Critical Condition: Queen of the South

Queen of the South | Sky Box Sets, 7.30 Thursday/Monday


➢ “Although the show’s title might sound like a Bravo reality show about a sorority mom in Alabama, it actually follows a tough-as-nails Mexican woman named Teresa (Alice Braga) as she gets swept up in the drug world after hooking up with a cartel member, Güero (Jon Ecker), who defends her honor after exchanging just one seductive look. It’s romantic and exciting and … completely doomed.” — Entertainment Weekly.

➢ “Just when you thought you’d seen every kind of drug-dealing drama you could possibly want, along comes Queen of the South to present a compelling argument — and central figure — for going back to the genre one more time … The first hour has been beautifully directed by Charlotte Sieling, with lots of lulling silences between action scenes, creating an atmosphere in which anything — any deal, any conversation, any room — can explode at any moment.” — Yahoo TV.

➢ “The pilot of Queen of the South flops back and forth between straightforward, violent action and melodramatic excess, and doesn’t do a very interesting or exciting job with either. The showrunner, Scott Rosenbaum, has a background that seems suitable — he’s worked as a producer on both the harrowing (The Shield) and comic (Chuck) sides of the crime-drama genre — so perhaps the show will find its footing as it goes along.” — New York Times.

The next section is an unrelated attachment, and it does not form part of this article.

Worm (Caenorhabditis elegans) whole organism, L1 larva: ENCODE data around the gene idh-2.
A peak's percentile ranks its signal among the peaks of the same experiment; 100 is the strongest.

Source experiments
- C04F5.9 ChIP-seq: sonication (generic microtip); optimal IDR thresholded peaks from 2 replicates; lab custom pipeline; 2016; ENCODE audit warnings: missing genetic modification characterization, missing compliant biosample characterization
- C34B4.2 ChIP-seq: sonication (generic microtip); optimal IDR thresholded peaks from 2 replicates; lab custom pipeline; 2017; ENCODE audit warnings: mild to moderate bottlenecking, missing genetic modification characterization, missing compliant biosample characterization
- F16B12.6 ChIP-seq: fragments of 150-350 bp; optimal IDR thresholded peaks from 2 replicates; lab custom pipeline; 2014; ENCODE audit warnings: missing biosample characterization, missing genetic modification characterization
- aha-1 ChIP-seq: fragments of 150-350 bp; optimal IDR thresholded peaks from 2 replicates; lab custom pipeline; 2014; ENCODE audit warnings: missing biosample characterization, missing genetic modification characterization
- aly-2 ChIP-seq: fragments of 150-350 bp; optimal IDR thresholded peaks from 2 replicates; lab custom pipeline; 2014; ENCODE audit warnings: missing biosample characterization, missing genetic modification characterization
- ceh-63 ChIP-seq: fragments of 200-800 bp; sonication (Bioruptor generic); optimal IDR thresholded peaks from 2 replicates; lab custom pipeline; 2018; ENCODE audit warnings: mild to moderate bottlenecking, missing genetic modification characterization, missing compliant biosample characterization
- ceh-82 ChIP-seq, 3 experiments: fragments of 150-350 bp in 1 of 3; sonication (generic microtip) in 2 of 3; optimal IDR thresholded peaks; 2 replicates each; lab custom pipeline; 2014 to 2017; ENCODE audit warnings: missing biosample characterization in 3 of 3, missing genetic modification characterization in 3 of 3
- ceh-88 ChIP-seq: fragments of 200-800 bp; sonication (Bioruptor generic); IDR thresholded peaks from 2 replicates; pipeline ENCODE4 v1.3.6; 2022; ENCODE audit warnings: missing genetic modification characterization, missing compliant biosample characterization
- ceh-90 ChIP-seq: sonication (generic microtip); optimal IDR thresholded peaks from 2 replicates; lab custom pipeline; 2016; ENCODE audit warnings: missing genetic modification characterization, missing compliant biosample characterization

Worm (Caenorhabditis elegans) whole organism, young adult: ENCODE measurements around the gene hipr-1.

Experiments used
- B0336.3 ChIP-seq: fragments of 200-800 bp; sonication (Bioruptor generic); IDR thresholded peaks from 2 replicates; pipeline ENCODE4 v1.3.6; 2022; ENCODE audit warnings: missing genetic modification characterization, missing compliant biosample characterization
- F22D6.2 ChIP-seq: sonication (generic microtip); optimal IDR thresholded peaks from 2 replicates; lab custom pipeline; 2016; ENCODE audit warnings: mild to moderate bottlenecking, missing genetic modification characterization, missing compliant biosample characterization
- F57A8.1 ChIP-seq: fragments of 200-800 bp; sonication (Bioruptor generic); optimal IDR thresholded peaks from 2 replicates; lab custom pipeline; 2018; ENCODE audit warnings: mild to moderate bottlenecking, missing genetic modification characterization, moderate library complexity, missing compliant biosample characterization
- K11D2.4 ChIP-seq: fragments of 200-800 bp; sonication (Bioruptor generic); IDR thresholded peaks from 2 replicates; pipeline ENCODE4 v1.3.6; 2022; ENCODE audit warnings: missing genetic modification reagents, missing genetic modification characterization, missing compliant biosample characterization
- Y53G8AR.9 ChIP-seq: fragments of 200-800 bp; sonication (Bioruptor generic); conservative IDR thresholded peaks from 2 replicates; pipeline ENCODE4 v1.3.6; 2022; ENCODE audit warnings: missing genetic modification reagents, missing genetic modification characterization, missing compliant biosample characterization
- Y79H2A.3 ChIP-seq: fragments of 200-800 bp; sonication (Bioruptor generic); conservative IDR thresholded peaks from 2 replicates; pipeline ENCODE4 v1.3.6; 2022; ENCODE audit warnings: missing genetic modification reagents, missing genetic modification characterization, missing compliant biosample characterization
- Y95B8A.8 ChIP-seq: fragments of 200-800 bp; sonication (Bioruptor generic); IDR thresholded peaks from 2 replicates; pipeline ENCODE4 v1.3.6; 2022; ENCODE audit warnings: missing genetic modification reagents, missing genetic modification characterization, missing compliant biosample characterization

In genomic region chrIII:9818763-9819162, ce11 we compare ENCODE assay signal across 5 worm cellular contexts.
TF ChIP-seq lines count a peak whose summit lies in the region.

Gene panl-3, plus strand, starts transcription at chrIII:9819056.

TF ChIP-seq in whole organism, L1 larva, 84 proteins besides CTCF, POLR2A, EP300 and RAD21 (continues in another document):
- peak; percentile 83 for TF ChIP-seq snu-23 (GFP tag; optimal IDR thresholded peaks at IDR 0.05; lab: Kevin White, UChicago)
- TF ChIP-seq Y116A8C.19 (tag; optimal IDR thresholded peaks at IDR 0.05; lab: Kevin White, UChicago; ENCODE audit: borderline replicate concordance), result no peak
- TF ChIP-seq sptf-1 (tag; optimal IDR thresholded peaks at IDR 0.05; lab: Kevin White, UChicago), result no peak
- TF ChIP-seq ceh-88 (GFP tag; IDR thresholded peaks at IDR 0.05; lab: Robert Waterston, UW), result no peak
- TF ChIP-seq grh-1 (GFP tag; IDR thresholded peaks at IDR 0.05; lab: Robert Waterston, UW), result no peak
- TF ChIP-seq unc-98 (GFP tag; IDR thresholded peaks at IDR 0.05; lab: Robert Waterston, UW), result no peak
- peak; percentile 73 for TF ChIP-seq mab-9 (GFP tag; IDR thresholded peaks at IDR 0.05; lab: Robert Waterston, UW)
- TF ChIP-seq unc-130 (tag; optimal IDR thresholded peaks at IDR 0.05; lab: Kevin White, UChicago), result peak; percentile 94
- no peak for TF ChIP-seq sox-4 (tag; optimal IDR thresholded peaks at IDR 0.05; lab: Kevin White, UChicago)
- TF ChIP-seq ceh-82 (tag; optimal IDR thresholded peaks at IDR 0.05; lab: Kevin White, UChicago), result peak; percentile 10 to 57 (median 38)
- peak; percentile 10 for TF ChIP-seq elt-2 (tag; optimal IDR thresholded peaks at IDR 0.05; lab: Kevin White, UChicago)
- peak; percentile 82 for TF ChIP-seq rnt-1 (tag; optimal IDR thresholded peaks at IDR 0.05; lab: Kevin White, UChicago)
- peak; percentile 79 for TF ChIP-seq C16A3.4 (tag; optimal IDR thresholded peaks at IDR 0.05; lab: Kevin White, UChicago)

➢ “Queen of the South is more interested in being torrid and splashy than it is in offering the narrative gymnastics of a Mr. Robot or the ripped-from-the-headlines verisimilitude of Narcos. Rather, winning at the narcotics game seems to be enough for both the show and its heroine. But Braga is riveting as Teresa — believable and empathetic in a way that the rest of the cast isn’t, quite yet.” — Variety.

➢ “Viewers may panic and bail on the show. But those who come back later, expecting less, could find a guilty pleasure to treasure … Perhaps Queen of the South can rebound by embracing its soapy allures: Cut the violence back a bit. Keep the sex, but make it sexy. Dive into the leading ladies by embracing their wild rise to power. It may not be ‘great’ TV, but it could be pretty fun.” — IndieWire.

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